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News Article

Knock-on effects of deforestation


Deforestation on one side of the USA projected to lead to forest loss on the other

The effects of deforestation locally can have numerous detrimental effects to the immediate environment including drier soils, stronger winds, higher erosion and loss of shade and habitat. But a recent study by the University of Washington published in Environmental Research Letters has looked further afield to determine what the consequences may be for vegetation thousands of miles away. At first thought, many of us might assume very little but through a combination of atmospheric modelling and projections of vegetation response the study has uncovered the worrying possibility that forests in Eastern USA may be declining as a result of large scale deforestation on the opposite coast.

The study divided the US into 18 ecological regions as defined by the National Ecological Observationary Network. The 13 most heavily wooded regions were then experimentally removed and the effect on vegetation growth in other regions of the country recorded. The results the authors found were surprising; the area which had the lowest level of tree cover, the Pacific Southwest, was found to have the largest impact across the country when removed. Other Western regions, such as the Northern Rockies and the Great Basin region were also found to produce a similar effect, with the fallout being concentrated on the Eastern Coast. The reason behind this is not fully understood but it is suspected that it would make summers in Eastern USA warmer, retarding plant growth.

“Forest loss is disrupting or changing the flow patterns in the atmosphere that is leading to a slightly different summertime climate in the eastern part of the country,” Swann said. “It’s very analogous to El Niño or ‘the blob,’ something that’s occurring that causes the atmosphere to move around, which causes these warmer or cooler conditions, or wetter and drier conditions, somewhere else.” said first author Abigail Swann, a UW assistant professor of atmospheric sciences and of biology.

Whilst these results may be surprising to some, the authors note that atmospheric researchers have been aware of these long-reaching consequences for much longer. In fact this paper is not the first use of this modelling to examine the effects of large scale deforestation; a 2016 paper focused on the Amazon Rainforest, removing much larger forested areas to examine the global effects.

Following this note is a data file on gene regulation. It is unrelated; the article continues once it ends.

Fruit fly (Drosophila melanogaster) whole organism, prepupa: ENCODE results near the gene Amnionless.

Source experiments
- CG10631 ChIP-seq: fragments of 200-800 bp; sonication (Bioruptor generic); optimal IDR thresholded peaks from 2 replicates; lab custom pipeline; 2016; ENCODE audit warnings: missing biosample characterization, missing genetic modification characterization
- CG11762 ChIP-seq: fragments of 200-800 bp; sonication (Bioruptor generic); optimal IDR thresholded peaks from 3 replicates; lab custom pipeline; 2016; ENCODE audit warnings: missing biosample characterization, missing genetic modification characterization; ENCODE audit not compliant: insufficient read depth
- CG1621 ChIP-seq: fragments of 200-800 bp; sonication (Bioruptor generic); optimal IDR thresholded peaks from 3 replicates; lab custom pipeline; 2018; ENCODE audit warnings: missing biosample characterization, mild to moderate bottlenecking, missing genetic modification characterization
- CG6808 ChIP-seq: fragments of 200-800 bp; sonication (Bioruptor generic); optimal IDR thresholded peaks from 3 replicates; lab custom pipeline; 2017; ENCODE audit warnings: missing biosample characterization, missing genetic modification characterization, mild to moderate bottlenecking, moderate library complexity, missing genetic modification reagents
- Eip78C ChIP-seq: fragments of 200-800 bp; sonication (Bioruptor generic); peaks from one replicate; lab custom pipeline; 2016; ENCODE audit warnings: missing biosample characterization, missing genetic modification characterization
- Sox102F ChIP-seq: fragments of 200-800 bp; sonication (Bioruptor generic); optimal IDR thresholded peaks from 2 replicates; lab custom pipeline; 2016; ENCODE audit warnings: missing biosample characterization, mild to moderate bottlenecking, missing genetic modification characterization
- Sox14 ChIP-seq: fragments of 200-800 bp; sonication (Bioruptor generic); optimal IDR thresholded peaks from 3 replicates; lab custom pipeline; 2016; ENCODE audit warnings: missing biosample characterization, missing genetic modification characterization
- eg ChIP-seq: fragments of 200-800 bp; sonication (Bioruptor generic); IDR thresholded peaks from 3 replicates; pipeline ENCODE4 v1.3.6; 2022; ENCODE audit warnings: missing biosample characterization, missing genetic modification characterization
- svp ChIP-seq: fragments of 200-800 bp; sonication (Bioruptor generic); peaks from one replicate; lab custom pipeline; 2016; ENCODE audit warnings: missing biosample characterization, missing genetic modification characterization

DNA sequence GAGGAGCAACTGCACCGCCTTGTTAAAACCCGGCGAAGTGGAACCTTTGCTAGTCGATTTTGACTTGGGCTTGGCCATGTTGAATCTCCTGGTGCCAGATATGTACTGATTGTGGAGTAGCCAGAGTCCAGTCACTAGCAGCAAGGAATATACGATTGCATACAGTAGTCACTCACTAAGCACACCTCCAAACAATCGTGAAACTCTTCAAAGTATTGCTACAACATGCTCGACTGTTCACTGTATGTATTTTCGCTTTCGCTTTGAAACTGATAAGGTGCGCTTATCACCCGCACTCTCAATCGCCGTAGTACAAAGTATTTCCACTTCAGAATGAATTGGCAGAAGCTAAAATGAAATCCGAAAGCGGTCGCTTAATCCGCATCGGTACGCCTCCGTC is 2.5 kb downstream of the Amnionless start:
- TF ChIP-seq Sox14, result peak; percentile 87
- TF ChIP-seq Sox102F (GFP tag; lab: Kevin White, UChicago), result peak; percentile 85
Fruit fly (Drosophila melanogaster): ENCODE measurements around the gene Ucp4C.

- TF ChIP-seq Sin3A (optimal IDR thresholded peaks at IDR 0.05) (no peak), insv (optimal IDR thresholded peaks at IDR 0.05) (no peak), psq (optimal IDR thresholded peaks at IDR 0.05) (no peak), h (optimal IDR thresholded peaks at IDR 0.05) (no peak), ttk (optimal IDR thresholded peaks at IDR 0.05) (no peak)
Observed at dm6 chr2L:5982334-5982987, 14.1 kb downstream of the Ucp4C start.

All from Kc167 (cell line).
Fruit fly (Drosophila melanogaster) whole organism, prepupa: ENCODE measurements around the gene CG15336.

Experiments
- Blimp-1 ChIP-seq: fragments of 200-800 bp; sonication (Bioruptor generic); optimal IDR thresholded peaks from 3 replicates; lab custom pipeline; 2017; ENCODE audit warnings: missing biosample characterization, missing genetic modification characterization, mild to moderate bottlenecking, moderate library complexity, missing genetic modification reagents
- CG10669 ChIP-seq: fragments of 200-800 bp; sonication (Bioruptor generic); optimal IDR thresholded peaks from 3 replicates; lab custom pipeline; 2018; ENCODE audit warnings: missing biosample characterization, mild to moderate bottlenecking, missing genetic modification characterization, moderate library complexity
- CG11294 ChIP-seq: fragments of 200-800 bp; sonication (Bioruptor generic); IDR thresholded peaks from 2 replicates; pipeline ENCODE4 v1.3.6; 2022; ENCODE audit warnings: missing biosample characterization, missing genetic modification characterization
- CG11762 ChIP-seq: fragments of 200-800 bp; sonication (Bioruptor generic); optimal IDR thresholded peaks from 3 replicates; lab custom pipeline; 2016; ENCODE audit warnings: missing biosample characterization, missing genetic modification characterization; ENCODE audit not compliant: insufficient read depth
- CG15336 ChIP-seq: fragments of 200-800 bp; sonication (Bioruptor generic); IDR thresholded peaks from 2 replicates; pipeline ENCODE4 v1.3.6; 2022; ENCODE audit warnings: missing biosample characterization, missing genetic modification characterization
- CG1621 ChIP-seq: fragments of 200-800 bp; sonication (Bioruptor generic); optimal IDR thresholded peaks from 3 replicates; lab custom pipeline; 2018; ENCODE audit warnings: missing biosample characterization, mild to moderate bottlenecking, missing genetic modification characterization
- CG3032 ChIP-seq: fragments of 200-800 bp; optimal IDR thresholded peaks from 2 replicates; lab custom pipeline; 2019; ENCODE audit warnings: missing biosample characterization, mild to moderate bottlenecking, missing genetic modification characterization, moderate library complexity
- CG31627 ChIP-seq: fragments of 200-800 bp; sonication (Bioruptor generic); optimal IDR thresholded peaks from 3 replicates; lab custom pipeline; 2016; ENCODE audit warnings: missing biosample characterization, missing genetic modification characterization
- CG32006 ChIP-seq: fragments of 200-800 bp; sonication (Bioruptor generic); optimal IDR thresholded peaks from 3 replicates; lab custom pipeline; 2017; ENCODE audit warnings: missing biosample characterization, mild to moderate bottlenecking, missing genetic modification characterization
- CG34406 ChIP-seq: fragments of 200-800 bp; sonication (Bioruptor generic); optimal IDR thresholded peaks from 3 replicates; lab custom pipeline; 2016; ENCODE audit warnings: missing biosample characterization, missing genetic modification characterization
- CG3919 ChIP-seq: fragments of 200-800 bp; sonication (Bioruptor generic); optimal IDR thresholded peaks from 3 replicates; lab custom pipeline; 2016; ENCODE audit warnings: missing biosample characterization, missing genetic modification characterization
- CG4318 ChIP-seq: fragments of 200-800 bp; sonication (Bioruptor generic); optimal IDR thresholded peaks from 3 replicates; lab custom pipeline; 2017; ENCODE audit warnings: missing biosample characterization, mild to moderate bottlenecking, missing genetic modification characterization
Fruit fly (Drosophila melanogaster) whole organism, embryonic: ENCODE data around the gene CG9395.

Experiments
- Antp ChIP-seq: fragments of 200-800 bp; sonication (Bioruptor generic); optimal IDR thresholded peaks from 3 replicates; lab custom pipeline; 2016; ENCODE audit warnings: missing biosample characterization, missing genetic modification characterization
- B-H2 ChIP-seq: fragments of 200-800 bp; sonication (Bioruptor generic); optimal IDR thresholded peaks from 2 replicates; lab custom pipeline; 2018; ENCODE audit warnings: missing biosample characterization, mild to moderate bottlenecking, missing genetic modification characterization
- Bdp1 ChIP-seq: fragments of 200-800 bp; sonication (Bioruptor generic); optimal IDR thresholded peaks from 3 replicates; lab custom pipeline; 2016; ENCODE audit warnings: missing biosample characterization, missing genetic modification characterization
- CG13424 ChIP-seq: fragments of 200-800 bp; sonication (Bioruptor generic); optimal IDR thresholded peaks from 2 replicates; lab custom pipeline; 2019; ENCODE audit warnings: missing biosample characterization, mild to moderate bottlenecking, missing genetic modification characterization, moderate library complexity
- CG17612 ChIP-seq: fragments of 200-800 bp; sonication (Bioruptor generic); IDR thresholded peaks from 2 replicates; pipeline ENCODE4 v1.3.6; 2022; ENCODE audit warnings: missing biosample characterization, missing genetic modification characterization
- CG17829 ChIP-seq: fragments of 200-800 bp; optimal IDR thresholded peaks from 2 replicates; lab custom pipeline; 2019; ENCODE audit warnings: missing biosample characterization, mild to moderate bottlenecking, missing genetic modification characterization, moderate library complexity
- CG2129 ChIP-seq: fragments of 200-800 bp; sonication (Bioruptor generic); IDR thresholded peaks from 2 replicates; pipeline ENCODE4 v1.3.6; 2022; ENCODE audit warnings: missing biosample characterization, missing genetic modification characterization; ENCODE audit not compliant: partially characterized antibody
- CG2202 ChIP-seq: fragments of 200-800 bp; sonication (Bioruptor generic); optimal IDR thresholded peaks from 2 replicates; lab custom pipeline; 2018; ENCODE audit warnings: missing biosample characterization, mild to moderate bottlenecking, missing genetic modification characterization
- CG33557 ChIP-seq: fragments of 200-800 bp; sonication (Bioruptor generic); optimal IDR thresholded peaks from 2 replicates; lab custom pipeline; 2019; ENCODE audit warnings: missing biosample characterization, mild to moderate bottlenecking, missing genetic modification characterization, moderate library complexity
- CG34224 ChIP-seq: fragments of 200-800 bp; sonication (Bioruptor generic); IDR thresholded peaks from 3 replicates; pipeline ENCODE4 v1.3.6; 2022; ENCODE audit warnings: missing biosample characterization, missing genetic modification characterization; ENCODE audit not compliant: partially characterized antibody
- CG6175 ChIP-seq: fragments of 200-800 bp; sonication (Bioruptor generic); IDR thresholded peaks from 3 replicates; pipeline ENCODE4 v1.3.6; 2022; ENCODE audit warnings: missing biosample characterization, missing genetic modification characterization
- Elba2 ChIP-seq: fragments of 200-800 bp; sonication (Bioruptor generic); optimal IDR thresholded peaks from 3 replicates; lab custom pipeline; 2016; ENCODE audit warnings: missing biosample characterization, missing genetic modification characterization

What is most concerning about the results presented in this paper is that they may already be playing out in reality. Forests in the USA can be lost to drought, forest fire and disease, indeed California has lost in excess of 130 million trees in the last 8 years meaning that detrimental effects may already be being felt on the Eastern coast at levels too small to currently detect. The reasons behind this ongoing decrease in California may be the effects of drought increasing the trees vulnerability to pests and disease. As temperatures increase globally, drought and subsequent pest and pathogen infestation are also increasing meaning these trends are likely to continue. These effects are of course not only limited to the US and the cross-disciplinary modelling used in this paper will be key to predicting how forests will respond to patterns of deforestation in the future.

 

Read the full paper here: Swann, A.L., Laguë, M.M., Garcia, E.S., Field, J.P., Breshears, D.D., Moore, D.J., Saleska, S.R., Stark, S.C., Villegas, J.C., Law, D.J. and Minor, D.M., 2018. Continental-scale consequences of tree die-offs in North America: identifying where forest loss matters most. Environmental Research Letters, 13(5), p.055014. https://doi.org/10.1088/1748-9326/aaba0f

 

Read the original press release here: http://www.washington.edu/news/2018/05/15/forest-loss-in-one-part-of-us-can-harm-trees-on-the-opposite-coast/

 

To find over 2500 similar papers use the search string below in the Forest Science Database:

(deforest* OR “forest loss*”) AND (“remote sensing”) OR landsat OR GIS) AND (climate* OR atmospher*)

Article details

  • Author(s)
  • Ellen Baker
  • Date
  • 18 June 2018
  • Source
  • University of washington
  • Subject(s)
  • Environment